My husband came home from the grocery store and asked where Manny was. I told him he had gone on a "little walkie."

Husband texted Manny: "Do not buy a bottle. I have been waiting for you to get sober so that we can talk. You promised me that it would not be a problem, and it is."

Husband then immediately called him, and said: "I just sent you some texts. If you just bought a bottle, you need to return it."

Manny said, "Okay!" relatively genially, and they hung up.

He didn't come back to the house. But twenty minutes later, he called back. "I can't be treated like a bitch," he announced. "My friend is coming here to pick me up in an hour. The decision has been made."

He came back with a sack of something liquid and quietly packed his bags and waited. He didn't eat one bite of that fish. That beautiful, stuffed, sheeny-eyed fish. We asked him to partake. He said, "I want your boys to have it. I want them to be fed."

Before he left he got teary-eyed and huggy in the kitchen again. "This just isn't working out," he said, shaking his big head. "No one is to blame. I'm not mad at you."

"But," said my husband, "if you'd just stop drinking...."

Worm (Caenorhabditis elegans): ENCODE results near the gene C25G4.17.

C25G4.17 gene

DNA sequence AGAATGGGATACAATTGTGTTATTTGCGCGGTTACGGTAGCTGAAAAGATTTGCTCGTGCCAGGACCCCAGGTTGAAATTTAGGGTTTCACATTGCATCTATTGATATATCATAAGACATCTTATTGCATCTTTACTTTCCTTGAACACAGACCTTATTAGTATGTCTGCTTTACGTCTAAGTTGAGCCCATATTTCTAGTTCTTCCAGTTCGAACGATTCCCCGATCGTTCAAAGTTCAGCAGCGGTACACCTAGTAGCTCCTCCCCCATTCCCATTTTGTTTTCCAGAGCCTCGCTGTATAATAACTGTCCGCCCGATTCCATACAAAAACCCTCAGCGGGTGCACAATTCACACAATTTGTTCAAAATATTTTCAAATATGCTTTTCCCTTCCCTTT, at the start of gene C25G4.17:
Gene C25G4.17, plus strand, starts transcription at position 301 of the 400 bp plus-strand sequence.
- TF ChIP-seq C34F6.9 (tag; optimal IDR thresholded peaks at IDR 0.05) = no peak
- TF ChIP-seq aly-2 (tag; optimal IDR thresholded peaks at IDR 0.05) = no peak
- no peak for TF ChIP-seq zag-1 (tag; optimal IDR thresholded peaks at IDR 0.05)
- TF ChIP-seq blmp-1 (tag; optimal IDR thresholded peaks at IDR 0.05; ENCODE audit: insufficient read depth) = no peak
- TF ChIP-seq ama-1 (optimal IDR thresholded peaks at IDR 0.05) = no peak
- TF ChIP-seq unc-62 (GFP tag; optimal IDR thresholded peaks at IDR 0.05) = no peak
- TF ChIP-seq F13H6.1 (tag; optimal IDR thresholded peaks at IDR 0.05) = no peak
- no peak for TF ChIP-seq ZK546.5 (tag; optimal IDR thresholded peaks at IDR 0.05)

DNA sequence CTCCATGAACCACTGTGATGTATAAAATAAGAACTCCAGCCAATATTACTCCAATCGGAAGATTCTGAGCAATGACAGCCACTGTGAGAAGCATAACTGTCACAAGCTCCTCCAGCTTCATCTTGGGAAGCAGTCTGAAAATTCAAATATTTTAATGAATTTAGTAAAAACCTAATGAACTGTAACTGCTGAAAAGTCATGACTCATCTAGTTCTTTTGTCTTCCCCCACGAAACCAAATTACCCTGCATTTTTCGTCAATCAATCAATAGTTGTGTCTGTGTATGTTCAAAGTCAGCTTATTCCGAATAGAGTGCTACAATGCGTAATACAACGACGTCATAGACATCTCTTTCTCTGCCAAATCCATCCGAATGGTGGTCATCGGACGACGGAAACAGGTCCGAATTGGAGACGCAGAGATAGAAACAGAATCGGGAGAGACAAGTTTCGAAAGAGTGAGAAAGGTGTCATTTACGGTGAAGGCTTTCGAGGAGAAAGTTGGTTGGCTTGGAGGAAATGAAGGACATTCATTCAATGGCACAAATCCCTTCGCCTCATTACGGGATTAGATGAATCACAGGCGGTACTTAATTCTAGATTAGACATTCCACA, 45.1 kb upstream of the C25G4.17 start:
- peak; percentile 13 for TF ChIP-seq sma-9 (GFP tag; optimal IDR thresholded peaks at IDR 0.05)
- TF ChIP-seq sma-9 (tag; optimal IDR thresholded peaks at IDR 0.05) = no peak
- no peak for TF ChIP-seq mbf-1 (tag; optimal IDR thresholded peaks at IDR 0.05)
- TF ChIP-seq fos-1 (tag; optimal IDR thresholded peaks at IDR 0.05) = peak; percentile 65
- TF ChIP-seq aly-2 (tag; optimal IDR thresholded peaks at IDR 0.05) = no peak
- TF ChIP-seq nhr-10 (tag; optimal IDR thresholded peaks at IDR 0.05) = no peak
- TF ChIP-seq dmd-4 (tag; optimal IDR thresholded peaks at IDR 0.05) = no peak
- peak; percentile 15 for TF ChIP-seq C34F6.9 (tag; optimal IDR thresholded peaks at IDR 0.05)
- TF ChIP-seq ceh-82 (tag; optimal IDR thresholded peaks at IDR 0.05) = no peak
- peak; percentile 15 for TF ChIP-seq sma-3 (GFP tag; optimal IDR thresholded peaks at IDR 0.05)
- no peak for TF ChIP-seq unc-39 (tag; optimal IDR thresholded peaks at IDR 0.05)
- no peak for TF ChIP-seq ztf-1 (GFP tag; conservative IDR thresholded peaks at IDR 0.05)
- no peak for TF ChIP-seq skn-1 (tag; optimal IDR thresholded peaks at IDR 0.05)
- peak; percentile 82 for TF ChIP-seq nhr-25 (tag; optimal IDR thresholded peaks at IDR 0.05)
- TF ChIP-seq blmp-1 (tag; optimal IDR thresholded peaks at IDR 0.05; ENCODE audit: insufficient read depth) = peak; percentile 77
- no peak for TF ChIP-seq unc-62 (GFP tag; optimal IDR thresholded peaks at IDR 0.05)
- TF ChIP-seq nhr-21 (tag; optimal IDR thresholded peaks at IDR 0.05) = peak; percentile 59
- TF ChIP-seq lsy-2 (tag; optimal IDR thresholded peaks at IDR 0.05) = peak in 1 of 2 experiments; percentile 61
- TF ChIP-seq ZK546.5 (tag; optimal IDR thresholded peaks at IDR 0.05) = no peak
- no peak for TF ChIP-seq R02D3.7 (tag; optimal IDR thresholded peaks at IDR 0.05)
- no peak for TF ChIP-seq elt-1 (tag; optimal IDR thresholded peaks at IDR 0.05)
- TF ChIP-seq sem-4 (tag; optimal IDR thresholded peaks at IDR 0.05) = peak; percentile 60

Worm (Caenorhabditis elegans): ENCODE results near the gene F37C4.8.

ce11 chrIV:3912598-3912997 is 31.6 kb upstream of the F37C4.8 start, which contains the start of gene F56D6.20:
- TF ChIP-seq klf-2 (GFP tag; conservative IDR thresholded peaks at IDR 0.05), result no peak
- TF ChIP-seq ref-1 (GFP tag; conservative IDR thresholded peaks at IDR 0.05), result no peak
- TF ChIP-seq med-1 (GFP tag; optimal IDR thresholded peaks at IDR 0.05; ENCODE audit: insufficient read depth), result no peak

But Manny cut him off, as if that wasn't at all the issue. "Ah, this is what's best for both of us!" he said.

A car came to get him and the silhouette of a man stood at the end of our driveway. They were waiting to take him to the pig farm an hour north from here, where he currently resides. Manny rolled his suitcase out the door and I saw his slippers sitting there, his stupid slippers. I tried to latch them onto the outside of his rolling bag. I didn't have any success and finally I just rested the slippers there and they slid off with a soft whump onto the floor, and he said patiently, "Don't worry, Miss Jennifer. I will come back eventually and get them."

Will he? Will there be a Chapter Eight?

The next evening, Eldest Son said, "Mom, where is Manny? He promised he would do a cooking show with me. I kinda...I kinda miss him. I really do."

Manny always said that Eldest son was his "go-to guy." Eldest Son has never been able to tell a lie. And he wasn't lying now.

"Manny went to live on a pig farm for a little while! Say, let's cook right now. I have this recipe for chocolate mousse. Chocolate squares and eggs and heavy cream and cointreau? Hmm, don't have that last one. How's Grand Marnier? And let's make this chicken dish. We don't have the exact ingredients but we can improvise. You up for it?"

"A Moose! That sounds great."

(I didn't know what I was doing, not really. Not like a master. But it didn't matter.)

He started pounding chicken flat with a mallet and poking bresaola, cheese, basil into the folded packets. We melted chocolate and stirred in egg yolks and beat the cream into frothy peaks. We chilled the results and waited, excitedly, for the next day's reveal.

Since that night my son and I have made several recipes together, thus far. Don't underestimate the gifts that you bring into this life. Drunk, slurred, broken. There is always something left.